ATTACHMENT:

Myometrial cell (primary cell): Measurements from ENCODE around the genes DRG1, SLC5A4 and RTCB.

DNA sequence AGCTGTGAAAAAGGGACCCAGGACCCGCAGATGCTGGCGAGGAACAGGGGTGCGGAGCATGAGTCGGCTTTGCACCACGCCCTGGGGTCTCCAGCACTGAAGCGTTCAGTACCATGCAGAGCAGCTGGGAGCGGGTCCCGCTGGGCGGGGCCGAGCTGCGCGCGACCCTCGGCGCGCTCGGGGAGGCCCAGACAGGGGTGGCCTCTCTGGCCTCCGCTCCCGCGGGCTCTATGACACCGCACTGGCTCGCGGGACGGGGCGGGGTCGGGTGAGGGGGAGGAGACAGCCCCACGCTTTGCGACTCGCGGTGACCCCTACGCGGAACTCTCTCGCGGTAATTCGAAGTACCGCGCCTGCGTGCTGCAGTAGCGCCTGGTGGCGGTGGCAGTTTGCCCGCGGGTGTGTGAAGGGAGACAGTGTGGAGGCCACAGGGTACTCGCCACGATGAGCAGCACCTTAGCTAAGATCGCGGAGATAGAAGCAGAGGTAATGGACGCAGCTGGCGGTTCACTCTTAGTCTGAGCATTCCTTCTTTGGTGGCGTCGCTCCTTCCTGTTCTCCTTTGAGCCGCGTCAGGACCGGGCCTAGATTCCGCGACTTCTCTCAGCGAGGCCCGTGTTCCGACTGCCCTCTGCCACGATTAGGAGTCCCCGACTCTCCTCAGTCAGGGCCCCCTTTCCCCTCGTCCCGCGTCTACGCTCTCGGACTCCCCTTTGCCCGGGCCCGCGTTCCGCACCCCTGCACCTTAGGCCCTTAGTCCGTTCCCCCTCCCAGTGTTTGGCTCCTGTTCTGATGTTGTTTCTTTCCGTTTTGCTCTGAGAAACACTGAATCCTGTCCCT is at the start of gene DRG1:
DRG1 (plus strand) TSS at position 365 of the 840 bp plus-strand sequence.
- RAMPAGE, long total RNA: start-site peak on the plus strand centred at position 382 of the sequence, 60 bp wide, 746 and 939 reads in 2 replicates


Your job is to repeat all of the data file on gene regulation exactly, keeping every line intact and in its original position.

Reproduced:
Myometrial cell (primary cell): Measurements from ENCODE around the genes DRG1, SLC5A4 and RTCB.

DNA sequence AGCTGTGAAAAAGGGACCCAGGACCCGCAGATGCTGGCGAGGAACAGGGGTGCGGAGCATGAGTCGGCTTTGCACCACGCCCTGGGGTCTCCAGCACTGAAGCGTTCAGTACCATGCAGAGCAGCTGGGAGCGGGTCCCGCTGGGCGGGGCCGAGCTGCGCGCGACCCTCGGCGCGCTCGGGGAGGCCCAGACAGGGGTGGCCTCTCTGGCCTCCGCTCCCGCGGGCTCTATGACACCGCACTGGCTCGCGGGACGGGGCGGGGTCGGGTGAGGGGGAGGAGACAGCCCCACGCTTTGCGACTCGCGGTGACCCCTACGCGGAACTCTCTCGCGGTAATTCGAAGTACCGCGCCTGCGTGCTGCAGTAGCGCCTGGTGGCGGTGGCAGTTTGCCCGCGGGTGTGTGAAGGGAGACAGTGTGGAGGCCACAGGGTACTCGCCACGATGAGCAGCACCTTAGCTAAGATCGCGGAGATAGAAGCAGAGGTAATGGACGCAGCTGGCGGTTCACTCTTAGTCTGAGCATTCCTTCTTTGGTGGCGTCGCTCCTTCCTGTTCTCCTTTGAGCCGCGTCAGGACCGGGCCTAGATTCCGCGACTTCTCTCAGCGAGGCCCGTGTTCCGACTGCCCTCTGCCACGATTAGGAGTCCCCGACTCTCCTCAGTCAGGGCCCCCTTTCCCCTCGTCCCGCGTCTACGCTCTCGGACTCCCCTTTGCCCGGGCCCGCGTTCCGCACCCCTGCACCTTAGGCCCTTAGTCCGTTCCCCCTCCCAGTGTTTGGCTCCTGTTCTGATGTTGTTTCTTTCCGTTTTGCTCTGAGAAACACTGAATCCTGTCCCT is at the start of gene DRG1:
DRG1 (plus strand) TSS at position 365 of the 840 bp plus-strand sequence.
- RAMPAGE, long total RNA: start-site peak on the plus strand centred at position 382 of the sequence, 60 bp wide, 746 and 939 reads in 2 replicates